Tuesday, June 15, 2021

Southlake Municipal Court Alternate Judge Gary Lee Hach Passes Away

The City of Southlake joins the family and friends of Southlake Municipal Court Alternate Judge Gary Hach in mourning his passing. Judge Hach died following a hard-fought battle with cancer.

Judge Hach was initially appointed as an Alternate Judge in January 2003 for a two-year term. He was then re-appointed seven additional times, serving in the position for seventeen years.

He earned a bachelor’s degree in civil engineering from the University of Texas at Arlington in 1988 and a Doctorate of Jurisprudence from Southern Methodist University in 1990.  He also was a practicing attorney with an active law practice that specialized in civil, construction and real estate litigation in state, federal and bankruptcy courts.

Judge Hach was originally from Kansas. He was married to his wife, Missy, for 25 years and was the proud father of two daughters.

“We are so sad to hear of Judge Hach’s loss,” said Mayor Laura Hill.  “He dedicated his life to the law and his family; the Southlake community will miss him greatly.”

“I worked with Gary years ago when our clients were on the same side of a case. He was a great lawyer and we became friends,” said Mayor Pro-Tem Shawn McCaskill. “He truly enjoyed his time as part of our municipal court. I am so sad that we’ve lost him.”

“The community of Southlake lost more than an excellent jurist this week; we lost an outstanding citizen, a loving husband to Missy and father to his two daughters, and to all who called him colleague, we lost a good friend,” said Southlake Municipal Judge Carol Montgomery.

She added, “Gary served with compassion and integrity as Southlake’s Associate Municipal Court Judge for 17 years.  He was known for his “long” dockets because he always took the time to speak to everyone at length about their case before rendering judgment. He was a champion of the underdog and a friend to all that knew him. We will miss his humor and dry wit, but mostly we will just miss our friend.”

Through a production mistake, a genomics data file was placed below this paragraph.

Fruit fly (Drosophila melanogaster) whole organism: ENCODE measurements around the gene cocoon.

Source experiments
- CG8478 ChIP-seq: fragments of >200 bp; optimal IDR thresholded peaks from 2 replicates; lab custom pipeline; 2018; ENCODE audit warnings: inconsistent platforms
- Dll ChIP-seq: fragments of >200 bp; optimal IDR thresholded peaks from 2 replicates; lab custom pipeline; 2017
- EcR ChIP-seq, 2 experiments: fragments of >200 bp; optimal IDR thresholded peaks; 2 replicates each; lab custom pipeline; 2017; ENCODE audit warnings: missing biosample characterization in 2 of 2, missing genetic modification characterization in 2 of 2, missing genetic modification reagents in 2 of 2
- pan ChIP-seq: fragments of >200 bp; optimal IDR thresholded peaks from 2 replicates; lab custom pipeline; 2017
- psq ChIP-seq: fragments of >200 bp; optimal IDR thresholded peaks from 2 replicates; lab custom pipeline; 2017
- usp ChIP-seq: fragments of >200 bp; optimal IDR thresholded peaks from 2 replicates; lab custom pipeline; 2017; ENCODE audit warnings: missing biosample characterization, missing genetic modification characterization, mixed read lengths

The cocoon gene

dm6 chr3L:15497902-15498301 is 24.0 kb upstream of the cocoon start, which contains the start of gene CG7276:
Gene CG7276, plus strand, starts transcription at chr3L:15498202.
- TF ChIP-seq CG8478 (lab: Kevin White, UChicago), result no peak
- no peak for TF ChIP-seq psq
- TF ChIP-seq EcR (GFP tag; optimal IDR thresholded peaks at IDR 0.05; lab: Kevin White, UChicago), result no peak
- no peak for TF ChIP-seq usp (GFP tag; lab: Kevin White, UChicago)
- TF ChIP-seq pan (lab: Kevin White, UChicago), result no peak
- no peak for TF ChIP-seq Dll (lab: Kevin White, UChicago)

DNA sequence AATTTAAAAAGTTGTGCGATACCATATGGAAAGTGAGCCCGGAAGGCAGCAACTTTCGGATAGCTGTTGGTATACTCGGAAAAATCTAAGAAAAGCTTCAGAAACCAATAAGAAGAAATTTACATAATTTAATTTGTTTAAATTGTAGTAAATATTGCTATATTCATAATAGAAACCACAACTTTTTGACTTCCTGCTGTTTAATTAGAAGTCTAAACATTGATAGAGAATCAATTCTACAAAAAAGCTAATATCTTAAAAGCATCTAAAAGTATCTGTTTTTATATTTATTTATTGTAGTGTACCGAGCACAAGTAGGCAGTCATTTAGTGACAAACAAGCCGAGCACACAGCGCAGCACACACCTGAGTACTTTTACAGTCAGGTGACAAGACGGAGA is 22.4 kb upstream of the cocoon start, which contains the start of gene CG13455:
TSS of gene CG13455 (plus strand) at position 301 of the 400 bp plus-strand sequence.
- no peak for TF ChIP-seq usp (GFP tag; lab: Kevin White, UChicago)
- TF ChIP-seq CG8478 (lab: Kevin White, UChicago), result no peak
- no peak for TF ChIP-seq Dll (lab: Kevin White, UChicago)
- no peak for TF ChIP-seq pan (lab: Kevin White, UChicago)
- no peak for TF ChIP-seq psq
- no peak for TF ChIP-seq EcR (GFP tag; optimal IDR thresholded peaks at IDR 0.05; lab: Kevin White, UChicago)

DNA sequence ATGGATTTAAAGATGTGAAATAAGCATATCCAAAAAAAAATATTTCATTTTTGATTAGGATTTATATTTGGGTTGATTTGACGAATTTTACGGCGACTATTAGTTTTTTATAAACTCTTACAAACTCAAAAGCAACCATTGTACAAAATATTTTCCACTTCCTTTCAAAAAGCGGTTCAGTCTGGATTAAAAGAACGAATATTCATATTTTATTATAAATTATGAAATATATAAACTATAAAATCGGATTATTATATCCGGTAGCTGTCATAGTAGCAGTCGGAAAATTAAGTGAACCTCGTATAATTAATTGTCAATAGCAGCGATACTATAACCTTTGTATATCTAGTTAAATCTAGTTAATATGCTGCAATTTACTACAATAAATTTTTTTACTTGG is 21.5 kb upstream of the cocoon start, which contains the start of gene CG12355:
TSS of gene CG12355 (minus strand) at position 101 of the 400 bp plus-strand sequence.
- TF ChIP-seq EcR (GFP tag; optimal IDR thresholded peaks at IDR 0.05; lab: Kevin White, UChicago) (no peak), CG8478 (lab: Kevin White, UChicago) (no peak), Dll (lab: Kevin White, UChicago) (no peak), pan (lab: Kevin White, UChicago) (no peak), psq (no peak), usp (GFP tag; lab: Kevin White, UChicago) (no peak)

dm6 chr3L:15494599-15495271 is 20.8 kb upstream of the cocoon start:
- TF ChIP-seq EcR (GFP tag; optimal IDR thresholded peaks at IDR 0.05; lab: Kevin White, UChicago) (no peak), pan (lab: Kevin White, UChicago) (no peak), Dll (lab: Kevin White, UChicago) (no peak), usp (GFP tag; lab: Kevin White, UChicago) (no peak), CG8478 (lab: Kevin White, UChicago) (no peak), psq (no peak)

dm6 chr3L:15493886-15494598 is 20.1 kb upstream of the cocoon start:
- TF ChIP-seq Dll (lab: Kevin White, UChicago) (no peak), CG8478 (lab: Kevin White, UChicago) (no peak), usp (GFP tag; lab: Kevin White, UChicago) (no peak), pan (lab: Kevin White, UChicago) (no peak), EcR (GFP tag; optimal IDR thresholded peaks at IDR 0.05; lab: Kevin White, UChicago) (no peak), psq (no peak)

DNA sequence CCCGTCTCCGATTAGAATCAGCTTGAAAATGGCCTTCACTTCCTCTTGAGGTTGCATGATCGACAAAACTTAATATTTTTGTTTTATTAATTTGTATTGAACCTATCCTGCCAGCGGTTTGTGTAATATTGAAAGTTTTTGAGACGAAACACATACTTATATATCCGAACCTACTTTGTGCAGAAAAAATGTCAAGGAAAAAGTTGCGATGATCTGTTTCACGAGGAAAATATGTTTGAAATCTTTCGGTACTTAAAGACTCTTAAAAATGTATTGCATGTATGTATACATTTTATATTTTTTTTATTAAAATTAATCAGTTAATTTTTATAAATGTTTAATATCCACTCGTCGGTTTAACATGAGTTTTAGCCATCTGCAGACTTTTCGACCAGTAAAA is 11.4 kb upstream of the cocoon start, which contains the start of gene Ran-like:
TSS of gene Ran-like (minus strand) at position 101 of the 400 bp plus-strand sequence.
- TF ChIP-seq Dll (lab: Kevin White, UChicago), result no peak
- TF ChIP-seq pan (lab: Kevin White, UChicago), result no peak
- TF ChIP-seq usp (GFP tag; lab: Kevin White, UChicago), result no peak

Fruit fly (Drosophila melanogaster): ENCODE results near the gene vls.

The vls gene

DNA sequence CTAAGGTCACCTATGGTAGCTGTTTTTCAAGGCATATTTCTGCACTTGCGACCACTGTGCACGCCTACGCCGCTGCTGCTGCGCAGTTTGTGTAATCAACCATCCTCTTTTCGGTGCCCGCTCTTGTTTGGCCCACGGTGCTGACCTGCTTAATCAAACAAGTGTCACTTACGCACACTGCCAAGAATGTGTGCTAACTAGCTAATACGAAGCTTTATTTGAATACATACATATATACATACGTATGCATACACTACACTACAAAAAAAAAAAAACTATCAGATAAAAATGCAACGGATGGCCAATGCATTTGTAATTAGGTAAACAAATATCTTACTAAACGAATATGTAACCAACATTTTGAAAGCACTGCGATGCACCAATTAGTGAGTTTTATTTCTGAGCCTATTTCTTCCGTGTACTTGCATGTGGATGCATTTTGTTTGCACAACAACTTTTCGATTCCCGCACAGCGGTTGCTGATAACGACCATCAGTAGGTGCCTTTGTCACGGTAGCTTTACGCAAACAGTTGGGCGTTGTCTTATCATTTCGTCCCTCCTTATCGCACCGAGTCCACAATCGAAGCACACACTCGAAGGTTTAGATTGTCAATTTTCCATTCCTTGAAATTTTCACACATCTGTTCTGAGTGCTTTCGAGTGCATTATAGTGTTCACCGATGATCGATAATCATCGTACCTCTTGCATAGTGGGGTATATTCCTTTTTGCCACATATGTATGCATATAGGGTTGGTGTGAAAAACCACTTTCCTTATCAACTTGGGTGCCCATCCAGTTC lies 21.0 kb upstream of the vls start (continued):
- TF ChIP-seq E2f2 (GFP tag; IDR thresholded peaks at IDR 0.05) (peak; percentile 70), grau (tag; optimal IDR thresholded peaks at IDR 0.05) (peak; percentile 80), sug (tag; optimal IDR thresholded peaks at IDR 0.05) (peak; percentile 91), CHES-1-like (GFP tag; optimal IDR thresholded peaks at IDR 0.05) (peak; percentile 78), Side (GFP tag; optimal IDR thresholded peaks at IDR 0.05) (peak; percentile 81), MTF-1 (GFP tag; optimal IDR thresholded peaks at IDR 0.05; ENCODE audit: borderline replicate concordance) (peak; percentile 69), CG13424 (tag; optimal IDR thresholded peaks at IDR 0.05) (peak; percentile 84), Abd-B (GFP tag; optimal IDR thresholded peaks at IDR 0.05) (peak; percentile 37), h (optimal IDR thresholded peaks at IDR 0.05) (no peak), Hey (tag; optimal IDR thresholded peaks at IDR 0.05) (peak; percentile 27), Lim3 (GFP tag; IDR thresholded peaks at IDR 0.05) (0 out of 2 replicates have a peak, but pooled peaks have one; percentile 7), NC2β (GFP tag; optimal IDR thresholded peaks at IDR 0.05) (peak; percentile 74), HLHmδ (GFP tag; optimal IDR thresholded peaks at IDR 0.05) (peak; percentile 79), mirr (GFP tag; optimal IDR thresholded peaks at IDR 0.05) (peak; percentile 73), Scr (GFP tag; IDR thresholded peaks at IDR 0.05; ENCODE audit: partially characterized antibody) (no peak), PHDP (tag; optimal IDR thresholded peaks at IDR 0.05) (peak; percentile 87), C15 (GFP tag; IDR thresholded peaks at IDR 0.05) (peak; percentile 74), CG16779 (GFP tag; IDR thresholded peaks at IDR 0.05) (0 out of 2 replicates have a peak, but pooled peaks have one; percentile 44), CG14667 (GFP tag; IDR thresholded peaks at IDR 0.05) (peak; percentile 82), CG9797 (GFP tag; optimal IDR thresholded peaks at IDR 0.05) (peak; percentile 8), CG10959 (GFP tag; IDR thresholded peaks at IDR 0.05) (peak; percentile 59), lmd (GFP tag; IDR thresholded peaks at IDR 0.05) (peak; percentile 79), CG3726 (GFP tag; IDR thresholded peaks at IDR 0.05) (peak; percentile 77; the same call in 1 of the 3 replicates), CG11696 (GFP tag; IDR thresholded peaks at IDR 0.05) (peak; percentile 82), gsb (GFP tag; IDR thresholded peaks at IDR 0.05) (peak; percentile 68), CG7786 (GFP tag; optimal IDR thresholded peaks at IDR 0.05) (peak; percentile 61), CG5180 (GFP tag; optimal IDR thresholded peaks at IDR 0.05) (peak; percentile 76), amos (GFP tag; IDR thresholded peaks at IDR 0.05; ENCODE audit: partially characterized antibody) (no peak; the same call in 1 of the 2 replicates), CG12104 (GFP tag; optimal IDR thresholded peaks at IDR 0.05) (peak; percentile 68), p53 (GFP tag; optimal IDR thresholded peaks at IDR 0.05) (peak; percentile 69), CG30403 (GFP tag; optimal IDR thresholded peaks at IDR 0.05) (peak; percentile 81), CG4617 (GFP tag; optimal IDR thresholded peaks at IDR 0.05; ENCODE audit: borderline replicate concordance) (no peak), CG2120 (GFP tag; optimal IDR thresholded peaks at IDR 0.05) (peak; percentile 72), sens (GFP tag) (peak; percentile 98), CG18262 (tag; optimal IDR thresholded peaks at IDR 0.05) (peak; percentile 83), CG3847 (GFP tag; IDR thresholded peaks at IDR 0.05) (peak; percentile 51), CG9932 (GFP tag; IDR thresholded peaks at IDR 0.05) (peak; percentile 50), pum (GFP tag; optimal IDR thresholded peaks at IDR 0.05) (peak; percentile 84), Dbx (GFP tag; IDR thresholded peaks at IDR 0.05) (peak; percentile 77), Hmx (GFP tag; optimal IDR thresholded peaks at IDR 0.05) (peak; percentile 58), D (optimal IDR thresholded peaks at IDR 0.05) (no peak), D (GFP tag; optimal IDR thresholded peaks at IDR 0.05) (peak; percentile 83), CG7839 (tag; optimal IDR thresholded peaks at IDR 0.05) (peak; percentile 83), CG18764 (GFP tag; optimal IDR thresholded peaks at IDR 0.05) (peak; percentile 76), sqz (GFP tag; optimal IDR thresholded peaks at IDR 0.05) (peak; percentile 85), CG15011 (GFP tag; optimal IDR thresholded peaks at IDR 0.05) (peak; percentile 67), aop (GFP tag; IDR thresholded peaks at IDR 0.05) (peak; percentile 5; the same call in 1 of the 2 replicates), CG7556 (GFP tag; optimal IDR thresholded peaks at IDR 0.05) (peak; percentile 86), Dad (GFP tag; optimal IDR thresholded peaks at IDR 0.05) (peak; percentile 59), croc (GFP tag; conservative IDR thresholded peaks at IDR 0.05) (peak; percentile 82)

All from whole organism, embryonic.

The family will receive friends from 6 to 8 p.m., Thursday, August 27, 2020, at Keller’s Old Town Funeral Home. The funeral service takes place at 2 p.m., Friday, August 28, 2020, at Keller’s Old Town Funeral Chapel, 2020 Keller Parkway, Keller, Texas. The service will also be live-streamed. Visit this link for more information: https://bit.ly/31s15Yd.

 

Judge Carol Montgomery Re-appointed to Southlake Municipal Court

On June 16, 2020, Carol Montgomery was re-appointed by the City Council as the Presiding Judge for the Southlake Municipal Court. She has been re-appointed as the presiding Judge in Southlake every two years since 2001.

In addition to Southlake, she has presided over the Burleson Municipal Court from 2008 to 2010 and was an associate judge for the City of Arlington from 1998 to 2000. As a Municipal Court judge, she is also a Magistrate for Tarrant County. Before coming to Southlake, she was an Assistant Criminal District Attorney for Tarrant and Bexar Counties. She holds a Doctorate of Jurisprudence from St. Mary’s School of Law and a Bachelor’s degree from Stephen F. Austin State University.

Municipal Court Judges hold essential roles in the Texas judicial system. There are over 900 municipal courts in the State. In 2019, those courts saw over five million criminal cases and just over 575,000 civil cases, which result in more people coming into Municipal Courts than all other courts in Texas combined. Re-appointing a judge with experience, allows the court to maintain stability in the face of change.

However, Judge Montgomery is no stranger to change. Every two years, the Municipal Court makes adjustments based on laws passed in the State Legislature. In 2011, the court adopted a paper-lite system which required the judge to utilize an electronic case management database rather than the physical files used in prior years.

Now in 2020, with the onset of COVID-19, the court moved swiftly to implement Virtual Court, allowing defendants to have a virtual hearing with the judge to satisfy mandatory and requested court appearances. During this time, the judge quickly approved administrative changes that provided defendants more ways to satisfy appearances and judgments electronically for their citations.

When asked what her time with the City has meant to her over the years, Judge Montgomery said, “The City has changed in so many ways, but the one constant is the people…I have made life-long friendships, and I have had the honor to work with some of the most dedicated and hardworking people.”

“In the nearly two decades of service as the Presiding Judge, Carol Montgomery has provided a necessary balance of adaptability and stability for the City,” said Mayor Laura Hill. “She helps the Municipal Court maintain a high standard of excellence among the Texas municipal courts.”